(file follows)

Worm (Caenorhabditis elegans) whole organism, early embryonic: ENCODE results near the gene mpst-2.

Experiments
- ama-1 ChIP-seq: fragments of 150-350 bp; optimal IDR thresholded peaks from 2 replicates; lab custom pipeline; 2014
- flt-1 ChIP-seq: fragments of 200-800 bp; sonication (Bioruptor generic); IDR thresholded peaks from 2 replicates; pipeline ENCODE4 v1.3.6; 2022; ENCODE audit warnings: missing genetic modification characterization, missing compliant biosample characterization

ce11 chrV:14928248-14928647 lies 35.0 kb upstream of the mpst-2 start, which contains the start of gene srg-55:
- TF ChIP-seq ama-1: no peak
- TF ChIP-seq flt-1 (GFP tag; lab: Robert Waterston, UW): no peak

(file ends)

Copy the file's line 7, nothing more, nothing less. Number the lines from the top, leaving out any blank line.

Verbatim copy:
- TF ChIP-seq flt-1 (GFP tag; lab: Robert Waterston, UW): no peak